Threesome (1994, directed by Andrew Fleming)


Due to the type of administrative mix-up that always happens in the movie but rarely in real life, a college has assigned female student Alex (Lara Flynn Boyle) to share a dorm room with two males, Eddy (Josh Charles) and Stuart (Stephen Baldwin).  Stuart is an outwardly obnoxious jock while Eddy is a sensitive and gay film student who is obsessed with Jules and Jim.  It does’t take long for Alex to fall in love with Eddy but Eddy is in love with Stuart while Stuart is in love with Alex.  See where this is leading?  The three of them become close friends, to the extent that they actively drive away anyone else who shows any romantic or sexual interest in either one of them.

The title is not a lie.  There is an eventual threesome, though it’s a very tastefully shot threesome and it only happens once.  After all, this was a studio film, not a late night, direct-to-video Cinemax offering.  Unfortunately, things fall apart for the roommates after their threesome, as they are forced to reconsider all of their previous feelings towards each other and one of them is driven to a melodramatic breakdown.  The film’s story would work better if we cared about the characters but they’re all so shallowly written (and Eddy’s overwrought narration doesn’t work) that it’s hard to care about them.  They just come across as being three snobs.  Eddy may be obsessed with Jules and Jim but he doesn’t seem to have learned much from watching the movie.  As for the cast, Josh Charles and Lara Flynn Boyle are both likable but too bland to really hold your attention.  (There’s a reason why both of these actors found more success on television than on the big screen.)  Stephen Baldwin actually brings some depth to his character though I doubt he spends much time bragging about starring in a film called Threesome nowadays.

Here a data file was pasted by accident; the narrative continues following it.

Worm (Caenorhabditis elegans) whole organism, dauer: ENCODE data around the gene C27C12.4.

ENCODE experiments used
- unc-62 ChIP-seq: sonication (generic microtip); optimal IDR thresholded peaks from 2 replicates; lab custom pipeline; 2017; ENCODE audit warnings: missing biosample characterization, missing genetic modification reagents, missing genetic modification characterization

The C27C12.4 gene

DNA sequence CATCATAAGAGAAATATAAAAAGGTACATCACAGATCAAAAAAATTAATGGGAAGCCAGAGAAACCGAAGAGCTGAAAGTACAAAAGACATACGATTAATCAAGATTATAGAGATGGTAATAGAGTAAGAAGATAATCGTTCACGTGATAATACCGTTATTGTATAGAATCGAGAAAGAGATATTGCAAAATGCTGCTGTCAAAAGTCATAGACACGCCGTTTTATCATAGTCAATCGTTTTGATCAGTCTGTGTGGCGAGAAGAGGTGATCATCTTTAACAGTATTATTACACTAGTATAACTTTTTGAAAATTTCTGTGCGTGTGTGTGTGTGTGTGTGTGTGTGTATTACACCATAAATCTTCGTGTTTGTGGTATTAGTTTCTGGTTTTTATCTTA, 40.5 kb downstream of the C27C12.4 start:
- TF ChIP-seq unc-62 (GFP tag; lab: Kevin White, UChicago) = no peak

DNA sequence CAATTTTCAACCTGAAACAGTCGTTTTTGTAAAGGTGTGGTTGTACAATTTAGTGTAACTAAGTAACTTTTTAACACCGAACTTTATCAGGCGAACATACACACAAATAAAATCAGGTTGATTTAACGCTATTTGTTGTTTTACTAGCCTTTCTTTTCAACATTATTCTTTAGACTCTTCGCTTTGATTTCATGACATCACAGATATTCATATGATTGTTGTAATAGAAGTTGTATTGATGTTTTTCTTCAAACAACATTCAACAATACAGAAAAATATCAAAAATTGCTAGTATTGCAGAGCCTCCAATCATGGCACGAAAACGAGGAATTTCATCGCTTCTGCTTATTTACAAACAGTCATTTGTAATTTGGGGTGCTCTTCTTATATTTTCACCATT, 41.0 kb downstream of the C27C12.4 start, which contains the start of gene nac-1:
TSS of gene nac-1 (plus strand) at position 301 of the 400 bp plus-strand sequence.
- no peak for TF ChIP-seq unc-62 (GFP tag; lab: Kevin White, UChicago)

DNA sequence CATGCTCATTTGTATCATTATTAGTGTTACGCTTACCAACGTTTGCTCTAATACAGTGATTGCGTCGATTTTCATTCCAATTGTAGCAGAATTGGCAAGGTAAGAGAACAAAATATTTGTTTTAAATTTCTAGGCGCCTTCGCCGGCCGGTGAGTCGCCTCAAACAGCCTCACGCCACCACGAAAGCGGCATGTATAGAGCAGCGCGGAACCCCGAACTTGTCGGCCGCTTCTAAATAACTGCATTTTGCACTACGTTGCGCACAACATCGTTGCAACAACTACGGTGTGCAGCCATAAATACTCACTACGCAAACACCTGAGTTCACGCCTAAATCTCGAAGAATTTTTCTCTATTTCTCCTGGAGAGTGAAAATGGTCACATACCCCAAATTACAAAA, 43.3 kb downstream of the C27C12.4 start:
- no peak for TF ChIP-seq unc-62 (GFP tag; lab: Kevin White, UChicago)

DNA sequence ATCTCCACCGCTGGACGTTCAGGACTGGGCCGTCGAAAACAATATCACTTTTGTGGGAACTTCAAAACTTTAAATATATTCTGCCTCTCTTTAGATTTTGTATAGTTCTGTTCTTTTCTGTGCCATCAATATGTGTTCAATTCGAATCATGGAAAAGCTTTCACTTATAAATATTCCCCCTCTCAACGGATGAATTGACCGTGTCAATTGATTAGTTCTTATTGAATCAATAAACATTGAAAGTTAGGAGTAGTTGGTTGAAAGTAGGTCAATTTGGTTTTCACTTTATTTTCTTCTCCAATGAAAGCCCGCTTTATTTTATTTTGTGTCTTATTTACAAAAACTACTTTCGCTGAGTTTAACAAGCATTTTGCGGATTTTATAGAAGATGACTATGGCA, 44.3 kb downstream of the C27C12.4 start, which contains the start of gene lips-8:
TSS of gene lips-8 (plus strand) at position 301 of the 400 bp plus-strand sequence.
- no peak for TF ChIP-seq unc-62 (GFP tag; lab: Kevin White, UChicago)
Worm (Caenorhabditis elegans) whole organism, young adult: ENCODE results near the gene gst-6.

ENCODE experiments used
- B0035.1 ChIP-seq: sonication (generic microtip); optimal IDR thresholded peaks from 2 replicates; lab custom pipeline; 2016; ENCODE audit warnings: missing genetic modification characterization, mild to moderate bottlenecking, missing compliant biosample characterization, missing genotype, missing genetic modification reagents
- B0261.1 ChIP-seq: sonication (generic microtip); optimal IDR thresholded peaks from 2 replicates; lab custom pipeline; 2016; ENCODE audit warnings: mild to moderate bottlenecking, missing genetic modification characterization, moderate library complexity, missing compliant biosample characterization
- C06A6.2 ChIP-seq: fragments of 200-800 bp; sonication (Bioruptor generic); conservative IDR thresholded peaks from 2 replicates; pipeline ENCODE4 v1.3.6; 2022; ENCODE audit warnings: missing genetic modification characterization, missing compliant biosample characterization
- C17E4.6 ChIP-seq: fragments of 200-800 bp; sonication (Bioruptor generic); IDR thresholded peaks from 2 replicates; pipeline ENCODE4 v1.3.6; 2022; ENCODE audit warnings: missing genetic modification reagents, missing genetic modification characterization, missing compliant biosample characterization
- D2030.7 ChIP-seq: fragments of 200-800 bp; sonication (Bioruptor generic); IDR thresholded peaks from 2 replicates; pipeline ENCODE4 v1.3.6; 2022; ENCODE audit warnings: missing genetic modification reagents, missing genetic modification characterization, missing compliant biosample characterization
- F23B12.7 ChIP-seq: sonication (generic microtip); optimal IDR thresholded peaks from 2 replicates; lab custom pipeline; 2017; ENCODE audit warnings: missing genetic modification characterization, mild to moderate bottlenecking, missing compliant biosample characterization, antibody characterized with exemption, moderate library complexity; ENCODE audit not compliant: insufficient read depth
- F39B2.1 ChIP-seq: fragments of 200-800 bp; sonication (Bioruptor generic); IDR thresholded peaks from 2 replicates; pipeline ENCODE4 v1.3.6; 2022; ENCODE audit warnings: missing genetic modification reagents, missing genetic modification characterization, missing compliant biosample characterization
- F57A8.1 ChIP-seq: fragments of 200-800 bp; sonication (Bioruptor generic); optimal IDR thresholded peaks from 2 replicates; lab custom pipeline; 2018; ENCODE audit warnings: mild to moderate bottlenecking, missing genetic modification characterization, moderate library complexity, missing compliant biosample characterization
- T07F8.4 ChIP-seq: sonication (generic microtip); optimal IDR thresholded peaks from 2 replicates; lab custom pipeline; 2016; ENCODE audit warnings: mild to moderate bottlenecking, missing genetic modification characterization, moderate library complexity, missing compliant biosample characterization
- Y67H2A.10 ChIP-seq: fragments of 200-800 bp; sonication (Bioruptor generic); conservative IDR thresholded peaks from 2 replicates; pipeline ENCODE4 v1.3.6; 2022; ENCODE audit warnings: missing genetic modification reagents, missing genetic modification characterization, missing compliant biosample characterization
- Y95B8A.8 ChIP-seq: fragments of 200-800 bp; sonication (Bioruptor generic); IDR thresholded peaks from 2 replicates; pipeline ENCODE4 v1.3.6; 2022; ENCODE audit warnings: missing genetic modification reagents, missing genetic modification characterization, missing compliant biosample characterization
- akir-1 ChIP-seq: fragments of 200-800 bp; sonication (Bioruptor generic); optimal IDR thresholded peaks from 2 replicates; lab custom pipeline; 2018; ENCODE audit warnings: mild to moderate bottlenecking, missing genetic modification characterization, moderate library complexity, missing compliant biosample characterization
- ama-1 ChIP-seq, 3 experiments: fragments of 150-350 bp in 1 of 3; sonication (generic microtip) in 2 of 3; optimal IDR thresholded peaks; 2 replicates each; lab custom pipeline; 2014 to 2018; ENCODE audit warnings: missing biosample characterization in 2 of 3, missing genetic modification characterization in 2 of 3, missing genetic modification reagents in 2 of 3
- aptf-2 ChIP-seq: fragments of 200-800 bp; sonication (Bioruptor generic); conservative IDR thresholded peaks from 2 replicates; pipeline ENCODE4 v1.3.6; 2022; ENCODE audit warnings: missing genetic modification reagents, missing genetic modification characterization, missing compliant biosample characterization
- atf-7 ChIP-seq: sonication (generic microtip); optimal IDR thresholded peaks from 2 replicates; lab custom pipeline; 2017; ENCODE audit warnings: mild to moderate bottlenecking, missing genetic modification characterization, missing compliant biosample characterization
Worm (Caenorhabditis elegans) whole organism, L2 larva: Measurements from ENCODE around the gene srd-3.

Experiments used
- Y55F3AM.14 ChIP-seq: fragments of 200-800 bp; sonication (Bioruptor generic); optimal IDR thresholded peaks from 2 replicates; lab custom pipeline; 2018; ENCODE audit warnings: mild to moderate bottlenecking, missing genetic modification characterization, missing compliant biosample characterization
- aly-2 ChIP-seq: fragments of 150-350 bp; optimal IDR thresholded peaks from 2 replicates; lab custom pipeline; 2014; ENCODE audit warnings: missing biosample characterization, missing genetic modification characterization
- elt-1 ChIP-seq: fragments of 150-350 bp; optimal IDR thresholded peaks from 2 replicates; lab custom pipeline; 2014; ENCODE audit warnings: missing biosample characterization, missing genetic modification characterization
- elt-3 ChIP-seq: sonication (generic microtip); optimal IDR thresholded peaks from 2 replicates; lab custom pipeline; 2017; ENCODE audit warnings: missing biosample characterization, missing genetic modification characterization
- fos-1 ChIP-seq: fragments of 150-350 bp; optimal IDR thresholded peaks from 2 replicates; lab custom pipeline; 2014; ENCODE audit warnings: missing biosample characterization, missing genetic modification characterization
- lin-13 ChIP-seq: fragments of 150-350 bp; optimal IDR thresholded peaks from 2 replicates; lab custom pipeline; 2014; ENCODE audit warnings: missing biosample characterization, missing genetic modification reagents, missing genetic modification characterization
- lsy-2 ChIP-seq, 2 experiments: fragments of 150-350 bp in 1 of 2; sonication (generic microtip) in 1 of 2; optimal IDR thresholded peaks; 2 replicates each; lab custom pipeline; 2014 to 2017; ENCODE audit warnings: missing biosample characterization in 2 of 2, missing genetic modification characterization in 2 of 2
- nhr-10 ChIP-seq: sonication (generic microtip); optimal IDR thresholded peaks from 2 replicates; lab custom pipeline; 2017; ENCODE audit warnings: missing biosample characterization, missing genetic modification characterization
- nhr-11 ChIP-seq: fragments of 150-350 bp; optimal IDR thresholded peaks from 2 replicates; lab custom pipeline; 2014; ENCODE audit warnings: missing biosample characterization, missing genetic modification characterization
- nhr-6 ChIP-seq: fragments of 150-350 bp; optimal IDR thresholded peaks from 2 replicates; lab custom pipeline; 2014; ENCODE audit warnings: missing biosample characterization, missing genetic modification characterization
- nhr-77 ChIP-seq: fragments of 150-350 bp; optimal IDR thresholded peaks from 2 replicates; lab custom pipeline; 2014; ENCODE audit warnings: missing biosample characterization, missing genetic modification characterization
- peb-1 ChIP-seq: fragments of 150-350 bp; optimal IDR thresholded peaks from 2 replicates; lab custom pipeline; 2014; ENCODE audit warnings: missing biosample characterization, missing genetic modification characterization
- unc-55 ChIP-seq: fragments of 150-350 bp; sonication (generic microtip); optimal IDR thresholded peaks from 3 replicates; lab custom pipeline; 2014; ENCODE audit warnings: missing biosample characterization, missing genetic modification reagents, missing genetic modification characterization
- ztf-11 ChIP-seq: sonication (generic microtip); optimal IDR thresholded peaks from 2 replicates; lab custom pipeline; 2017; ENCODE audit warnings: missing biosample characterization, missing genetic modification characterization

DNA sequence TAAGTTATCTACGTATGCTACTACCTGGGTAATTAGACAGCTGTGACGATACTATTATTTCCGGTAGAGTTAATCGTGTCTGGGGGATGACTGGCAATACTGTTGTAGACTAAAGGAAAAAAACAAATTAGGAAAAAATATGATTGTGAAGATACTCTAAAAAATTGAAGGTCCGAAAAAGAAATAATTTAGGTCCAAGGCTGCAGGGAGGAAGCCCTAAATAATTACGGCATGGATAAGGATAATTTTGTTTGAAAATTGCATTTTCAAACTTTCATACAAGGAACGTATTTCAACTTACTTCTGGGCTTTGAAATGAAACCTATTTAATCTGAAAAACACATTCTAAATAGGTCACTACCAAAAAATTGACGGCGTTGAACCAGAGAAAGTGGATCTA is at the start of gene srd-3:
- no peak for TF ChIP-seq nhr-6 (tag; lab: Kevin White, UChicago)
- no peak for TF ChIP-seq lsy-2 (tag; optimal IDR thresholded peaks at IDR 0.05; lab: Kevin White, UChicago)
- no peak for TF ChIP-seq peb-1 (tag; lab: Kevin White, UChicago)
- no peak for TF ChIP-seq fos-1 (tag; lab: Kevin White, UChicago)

Threesome is a film that seems to think that it has much to say but it’s impossible for me to think about it without being reminded of the Menage a Trois episode of Seinfeld and Jerry’s plaintive declaration of, “I’m not an orgy guy!”  With those five words, Seinfeld said more about the reality of threesomes than Threesome does in its entire 93 minute running time.

 

4 Shots From 4 Films: The Craft, From Dusk Till Dawn, Scream, Thinner


4 Shots From 4 Films is just what it says it is, 4 shots from 4 of our favorite films. As opposed to the reviews and recaps that we usually post, 4 Shots From 4 Films lets the visuals do the talking!

This October, we’re using 4 Shots From 4 Films to look at some of the best years that horror has to offer!

4 Shots From 4 1996 Horror Films

The Craft (1996, dir by Andrew Fleming)

From Dusk Till Dawn (1996, dir by Robert Rodriguez)

Scream (1996, dir by Wes Craven)

Thinner (1996, dir by Tom Holland)

4 Shots From 4 Witchy Films: Burn, Witch, Burn, Season of The Witch, The Craft, Maleficent


4 Shots From 4 Films is just what it says it is, 4 shots from 4 of our favorite films. As opposed to the reviews and recaps that we usually post, 4 Shots From 4 Films lets the visuals do the talking.

Today, we celebrate witches everywhere with….

4 Shots From 4 Witchy Films

Burn, Witch, Burn (1962, dir by Sidney Hayers)

Season of the Witch (1973, dir by George Romero)

The Craft (1996, dir by Andrew Fleming)

Maleficent (2014, dir by Robert Stromberg)

A Movie A Day #276: Bad Dreams (1988, directed by Andrew Fleming)


When she was a young girl, Cynthia (Jennifer Rubin) was a member of Unity Fields, a group of hippies led by the insane Franklin Harris (Richard Lynch).  When Harris ordered the cult to join him in a fiery suicide pact, Cynthia was the only one to refuse.  While all of the cult members when up in flames, Cynthia ended up spending 13 years in a coma.  When she wakes up, she has no memory of the incident and finds herself as a patient in a psych ward.  She has a support group to provide therapy.  She has two doctors (Bruce Abbott and Harris Yulin) watching her every move.  And she still has nightmares and visions of the long-dead Harris, appearing around the hospital, sometimes burned and sometimes not.  When the members of her therapy group start to die, Cynthia is convinced that Harris has returned to claim her.